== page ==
Monday January 11, 2021
Just before the madness at the Capitol broke out Wednesday, news came from London. Wikileaks founder Julian Assange, who seemed Monday to be the luckiest man alive when a judge denied an American request to extradite him, was now denied bail on the grounds that he might “fail to surrender to court to face” the inevitable US appeal. He goes back to legal purgatory, possibly a worse outcome than extradition, which might be the idea.
We sell politics in American media as a soap opera, and the personalities make for lively copy, but properly following the bouncing ball means watching institutions, not characters. Where are armies, banks, central banks, intelligence services, the press? Whose money is talking on the floor of the House and the Senate? How concentrated is financial and political power? How do public and private institutions coordinate? When they coordinate, what are their collective aims? How transparent are they or aren’t they? How accountable?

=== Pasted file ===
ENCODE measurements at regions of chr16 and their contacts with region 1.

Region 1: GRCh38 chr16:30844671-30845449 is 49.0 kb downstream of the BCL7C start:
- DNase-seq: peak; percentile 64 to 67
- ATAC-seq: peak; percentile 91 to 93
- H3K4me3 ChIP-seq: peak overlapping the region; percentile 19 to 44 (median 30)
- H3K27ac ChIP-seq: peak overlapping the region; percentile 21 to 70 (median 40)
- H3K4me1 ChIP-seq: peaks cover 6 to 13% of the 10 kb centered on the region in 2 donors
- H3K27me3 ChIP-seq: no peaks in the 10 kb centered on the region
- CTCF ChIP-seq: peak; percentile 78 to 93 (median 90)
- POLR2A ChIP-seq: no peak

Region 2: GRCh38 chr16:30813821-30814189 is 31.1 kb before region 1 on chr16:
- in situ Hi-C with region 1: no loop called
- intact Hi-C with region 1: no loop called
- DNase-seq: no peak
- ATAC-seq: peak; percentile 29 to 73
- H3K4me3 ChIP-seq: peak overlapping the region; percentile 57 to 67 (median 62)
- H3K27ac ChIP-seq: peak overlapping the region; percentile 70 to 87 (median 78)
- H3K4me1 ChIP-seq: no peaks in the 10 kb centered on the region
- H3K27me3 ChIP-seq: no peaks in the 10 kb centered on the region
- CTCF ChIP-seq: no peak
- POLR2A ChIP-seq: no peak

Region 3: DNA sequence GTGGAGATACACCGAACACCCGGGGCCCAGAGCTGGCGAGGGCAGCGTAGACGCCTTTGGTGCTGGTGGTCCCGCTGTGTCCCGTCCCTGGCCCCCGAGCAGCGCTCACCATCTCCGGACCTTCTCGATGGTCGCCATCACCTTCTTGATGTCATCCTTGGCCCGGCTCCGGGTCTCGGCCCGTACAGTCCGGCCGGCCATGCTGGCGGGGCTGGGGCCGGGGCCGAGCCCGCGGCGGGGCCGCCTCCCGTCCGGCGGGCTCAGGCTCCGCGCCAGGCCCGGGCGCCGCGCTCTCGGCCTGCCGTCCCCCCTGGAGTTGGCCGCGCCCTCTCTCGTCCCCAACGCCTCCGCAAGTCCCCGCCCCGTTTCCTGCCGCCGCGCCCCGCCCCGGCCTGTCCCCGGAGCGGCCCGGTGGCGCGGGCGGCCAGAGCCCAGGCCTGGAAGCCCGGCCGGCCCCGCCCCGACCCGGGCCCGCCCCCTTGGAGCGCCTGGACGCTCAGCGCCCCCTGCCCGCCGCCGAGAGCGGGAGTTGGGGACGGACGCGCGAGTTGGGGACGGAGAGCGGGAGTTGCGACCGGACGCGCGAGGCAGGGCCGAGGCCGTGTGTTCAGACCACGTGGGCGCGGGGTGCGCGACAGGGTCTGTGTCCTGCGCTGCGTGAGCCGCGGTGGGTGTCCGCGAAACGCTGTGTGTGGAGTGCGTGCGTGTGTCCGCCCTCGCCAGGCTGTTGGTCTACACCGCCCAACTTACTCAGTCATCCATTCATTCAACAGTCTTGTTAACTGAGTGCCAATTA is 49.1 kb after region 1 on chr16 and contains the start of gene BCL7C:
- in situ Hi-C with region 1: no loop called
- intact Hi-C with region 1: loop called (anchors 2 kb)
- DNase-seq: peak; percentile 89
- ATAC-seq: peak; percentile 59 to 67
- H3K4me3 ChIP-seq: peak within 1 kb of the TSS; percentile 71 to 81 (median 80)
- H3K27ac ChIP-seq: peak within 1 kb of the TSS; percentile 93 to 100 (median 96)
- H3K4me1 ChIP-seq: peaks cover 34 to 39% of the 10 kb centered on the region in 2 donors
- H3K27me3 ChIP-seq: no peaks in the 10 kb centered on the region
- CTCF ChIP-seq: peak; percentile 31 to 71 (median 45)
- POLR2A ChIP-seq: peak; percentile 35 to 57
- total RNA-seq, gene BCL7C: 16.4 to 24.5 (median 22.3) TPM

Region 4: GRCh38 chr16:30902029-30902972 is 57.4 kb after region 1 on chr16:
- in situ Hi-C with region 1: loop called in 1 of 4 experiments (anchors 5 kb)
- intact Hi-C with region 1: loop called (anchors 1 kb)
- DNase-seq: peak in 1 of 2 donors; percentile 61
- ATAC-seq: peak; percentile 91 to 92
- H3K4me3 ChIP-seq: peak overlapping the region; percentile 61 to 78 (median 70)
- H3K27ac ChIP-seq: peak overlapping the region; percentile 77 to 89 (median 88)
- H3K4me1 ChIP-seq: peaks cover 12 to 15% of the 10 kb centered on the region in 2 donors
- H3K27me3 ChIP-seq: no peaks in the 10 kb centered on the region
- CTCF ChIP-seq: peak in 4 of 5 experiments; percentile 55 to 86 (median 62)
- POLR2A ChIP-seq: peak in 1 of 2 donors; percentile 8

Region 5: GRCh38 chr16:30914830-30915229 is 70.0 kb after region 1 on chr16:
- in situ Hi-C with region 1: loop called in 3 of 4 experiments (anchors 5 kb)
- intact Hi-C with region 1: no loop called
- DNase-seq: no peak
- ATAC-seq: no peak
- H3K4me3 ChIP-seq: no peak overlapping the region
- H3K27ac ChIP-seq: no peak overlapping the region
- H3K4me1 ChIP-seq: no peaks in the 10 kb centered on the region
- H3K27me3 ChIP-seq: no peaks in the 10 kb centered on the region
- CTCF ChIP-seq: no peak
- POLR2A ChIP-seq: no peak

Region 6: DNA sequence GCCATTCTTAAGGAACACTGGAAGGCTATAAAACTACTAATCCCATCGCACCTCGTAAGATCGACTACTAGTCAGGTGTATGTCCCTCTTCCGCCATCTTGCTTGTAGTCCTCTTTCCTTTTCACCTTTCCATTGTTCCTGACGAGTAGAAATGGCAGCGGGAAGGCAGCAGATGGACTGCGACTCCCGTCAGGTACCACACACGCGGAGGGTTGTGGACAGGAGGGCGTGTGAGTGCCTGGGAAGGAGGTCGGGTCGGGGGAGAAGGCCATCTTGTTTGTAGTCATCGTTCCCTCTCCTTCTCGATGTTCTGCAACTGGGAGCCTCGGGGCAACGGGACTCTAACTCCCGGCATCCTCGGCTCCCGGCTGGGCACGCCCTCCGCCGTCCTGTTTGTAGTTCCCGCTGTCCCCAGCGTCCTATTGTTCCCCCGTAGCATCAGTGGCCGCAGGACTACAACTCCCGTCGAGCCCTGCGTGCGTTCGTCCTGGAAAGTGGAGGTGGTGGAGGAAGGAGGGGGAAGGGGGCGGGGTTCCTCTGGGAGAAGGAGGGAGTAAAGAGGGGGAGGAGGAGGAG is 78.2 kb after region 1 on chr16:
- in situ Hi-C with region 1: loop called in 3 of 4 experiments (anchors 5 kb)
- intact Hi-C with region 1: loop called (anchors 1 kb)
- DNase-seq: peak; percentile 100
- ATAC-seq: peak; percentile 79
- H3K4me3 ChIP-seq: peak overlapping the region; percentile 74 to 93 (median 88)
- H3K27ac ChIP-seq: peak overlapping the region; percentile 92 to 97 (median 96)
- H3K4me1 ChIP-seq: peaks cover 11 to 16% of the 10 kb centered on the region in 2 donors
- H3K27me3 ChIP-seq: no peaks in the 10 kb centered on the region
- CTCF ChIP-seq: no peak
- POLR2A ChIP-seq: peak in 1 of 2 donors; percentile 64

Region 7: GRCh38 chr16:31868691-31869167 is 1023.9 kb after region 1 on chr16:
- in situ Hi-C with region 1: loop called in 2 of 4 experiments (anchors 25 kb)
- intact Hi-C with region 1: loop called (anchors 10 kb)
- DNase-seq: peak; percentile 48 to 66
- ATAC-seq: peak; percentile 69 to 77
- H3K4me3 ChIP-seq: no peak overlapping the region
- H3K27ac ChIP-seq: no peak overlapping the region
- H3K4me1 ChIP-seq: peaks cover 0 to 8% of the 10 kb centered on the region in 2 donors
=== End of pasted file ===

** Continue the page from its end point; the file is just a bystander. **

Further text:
Assange became a celebrity at a time when popular interest in these questions was at its zenith in the United States. Eight years of the Bush administration inspired profound concern about the runaway power of the state, especially a new secret state-within-a-state the Bush administration insisted 9/11 gave them the moral mandate to build.